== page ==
Daimler’s Fuso eCanter launch marks start of electric truck revolution

The launch of the Fuso eCanter could be the first spark in a revolution in the power trains of commercial vehicles, writes Jonathan Minter

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The electric car revolution is, in many ways, upon us. Although electric cars sales are still comparatively small, they are growing rapidly, often by double digits, as more and more manufacturers release either electric versions of existing models or new models designed and built from the ground up as electric cars.

Move into the commercial space, and the situation is very different. At the smaller scale, there are some electric and hybrid vans. Move into the lorry and truck space, and options quickly become much more limited. While there are a few electric and hybrid vans, it is only with the launch of Daimler’s Fuso eCanter that a full electric truck of 7.5 tonnes or more has been available.

Even now, it is currently only available in limited numbers – at its launch event, the company said it planned on only releasing 500 hundred of the current model of eCanter, before a revision (eCanter 2.0) is released in 2019 – the same year electric car heavyweight Tesla is planning on releasing its ‘Tesla Semi’. 

Not that the two will be competing for the same market. Whereas the Tesla is a long haul, large truck, the eCanter is much smaller and, with a current minimum range of 100km, designed for urban use.

For Daimler, there is logic in choosing the urban environment. On a technological front, commercial vehicles driving around cities will need less range. Tesla has promised ranges of between 300 and 500 miles for its trucks, something it will need to hit for the long haulage industry. By focusing on urban environments, Daimler and Fuso do not have this worry. 

That said, the eCanters minimum range of 100km will not be enough for all customers, as even Daimler’s own figures show 30% of its customers drive over 60 miles a day (96km). The 100km is only a minimum, though, and Daimler seems confident it will exceed that. Also, as battery technology and internal vehicle designs improve, Daimler is estimating the range of its trucks will jump to 180km with the eCanter 2.0.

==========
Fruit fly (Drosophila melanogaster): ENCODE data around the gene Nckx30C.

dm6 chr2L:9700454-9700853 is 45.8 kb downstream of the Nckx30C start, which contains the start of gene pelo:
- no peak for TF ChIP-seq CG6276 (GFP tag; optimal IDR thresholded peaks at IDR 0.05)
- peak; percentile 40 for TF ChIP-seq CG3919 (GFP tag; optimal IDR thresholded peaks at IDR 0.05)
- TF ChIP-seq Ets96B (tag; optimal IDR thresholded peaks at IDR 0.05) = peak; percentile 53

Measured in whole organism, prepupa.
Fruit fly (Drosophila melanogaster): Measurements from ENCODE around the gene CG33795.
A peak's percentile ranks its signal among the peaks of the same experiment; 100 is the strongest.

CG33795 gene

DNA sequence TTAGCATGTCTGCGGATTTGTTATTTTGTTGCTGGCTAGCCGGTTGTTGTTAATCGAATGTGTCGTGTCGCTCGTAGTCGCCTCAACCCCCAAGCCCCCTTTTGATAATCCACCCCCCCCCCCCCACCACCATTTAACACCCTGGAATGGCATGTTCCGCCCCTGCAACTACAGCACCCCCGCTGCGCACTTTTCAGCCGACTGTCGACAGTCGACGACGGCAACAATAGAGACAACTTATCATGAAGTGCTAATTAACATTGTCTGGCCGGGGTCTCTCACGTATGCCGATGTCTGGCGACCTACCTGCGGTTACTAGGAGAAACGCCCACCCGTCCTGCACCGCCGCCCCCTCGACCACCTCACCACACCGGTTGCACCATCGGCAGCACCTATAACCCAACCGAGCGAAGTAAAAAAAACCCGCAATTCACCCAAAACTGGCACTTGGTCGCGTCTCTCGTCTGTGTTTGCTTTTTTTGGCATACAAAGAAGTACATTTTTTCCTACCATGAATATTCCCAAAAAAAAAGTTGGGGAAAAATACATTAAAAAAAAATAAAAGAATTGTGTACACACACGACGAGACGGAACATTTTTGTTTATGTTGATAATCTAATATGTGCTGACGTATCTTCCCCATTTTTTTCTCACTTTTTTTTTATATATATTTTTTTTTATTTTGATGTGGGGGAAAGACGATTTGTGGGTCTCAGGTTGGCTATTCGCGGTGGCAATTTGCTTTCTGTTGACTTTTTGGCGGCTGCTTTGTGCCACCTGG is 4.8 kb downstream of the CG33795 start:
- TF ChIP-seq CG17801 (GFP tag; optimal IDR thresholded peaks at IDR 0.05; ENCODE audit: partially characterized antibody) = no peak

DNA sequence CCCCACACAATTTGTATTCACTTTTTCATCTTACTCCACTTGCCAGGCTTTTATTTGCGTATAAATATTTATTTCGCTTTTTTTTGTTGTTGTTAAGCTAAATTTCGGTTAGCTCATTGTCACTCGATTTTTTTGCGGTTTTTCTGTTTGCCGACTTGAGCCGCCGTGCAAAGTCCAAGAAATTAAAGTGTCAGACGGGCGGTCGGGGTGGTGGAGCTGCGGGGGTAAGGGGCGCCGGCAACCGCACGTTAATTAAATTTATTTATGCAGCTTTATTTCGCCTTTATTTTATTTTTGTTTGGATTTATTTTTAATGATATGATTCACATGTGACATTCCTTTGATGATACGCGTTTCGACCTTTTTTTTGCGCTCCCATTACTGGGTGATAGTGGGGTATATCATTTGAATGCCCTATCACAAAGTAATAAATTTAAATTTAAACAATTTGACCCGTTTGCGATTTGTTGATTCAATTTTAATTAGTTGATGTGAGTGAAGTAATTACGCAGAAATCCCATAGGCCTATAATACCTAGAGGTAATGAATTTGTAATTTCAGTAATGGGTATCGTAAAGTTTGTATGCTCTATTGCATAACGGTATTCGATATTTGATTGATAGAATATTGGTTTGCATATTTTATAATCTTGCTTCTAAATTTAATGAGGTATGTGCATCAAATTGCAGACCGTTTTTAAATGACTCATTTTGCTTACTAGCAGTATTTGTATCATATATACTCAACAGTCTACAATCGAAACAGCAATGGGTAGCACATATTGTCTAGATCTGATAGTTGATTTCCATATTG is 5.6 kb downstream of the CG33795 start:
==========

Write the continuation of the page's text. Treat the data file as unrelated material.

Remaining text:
With the current climate around the use of diesel vehicles in cities and the issues of air quality in most major urban areas around the globe, in many ways focussing on producing an electric commercial vehicle designed for urban use makes sense. 

From an environmental impact point of view, the improvement is immediately apparent. According to Daimler, switching from a conventional combustion engine 7.5 tonne truck to an eCanter saves 16 tonnes of CO2 per year. Multiplied out, this means 1,000 eCanters would mean 16,000t less CO2 per year, the equivalent of having a dense forest 17 times the size of a Hyde Park.

From a lifestyle point of view it also makes sense. Electric vehicles are, as a rule, much quieter than their petrol and diesel brethren, meaning less noise pollution in built up, urban areas. These vehicles are able accelerate rapidly and smoothly, something drivers will no doubt appreciate, given the stop start nature of driving in London.

Ultimately with only 500 vehicles due to be sold over the next year, the initial run of the eCanter will likely not make a huge mark on the city scene. What Daimler will be hoping is that it acts as a proof of concept that electric tucks really can work, and that – as the regulatory environment becomes less and less friendly towards diesel cars and electric vehicle technologies become cheaper – it helps position Daimler and Fuso as leaders in what will no doubt become a growing field in the coming years. 


Electric Trucks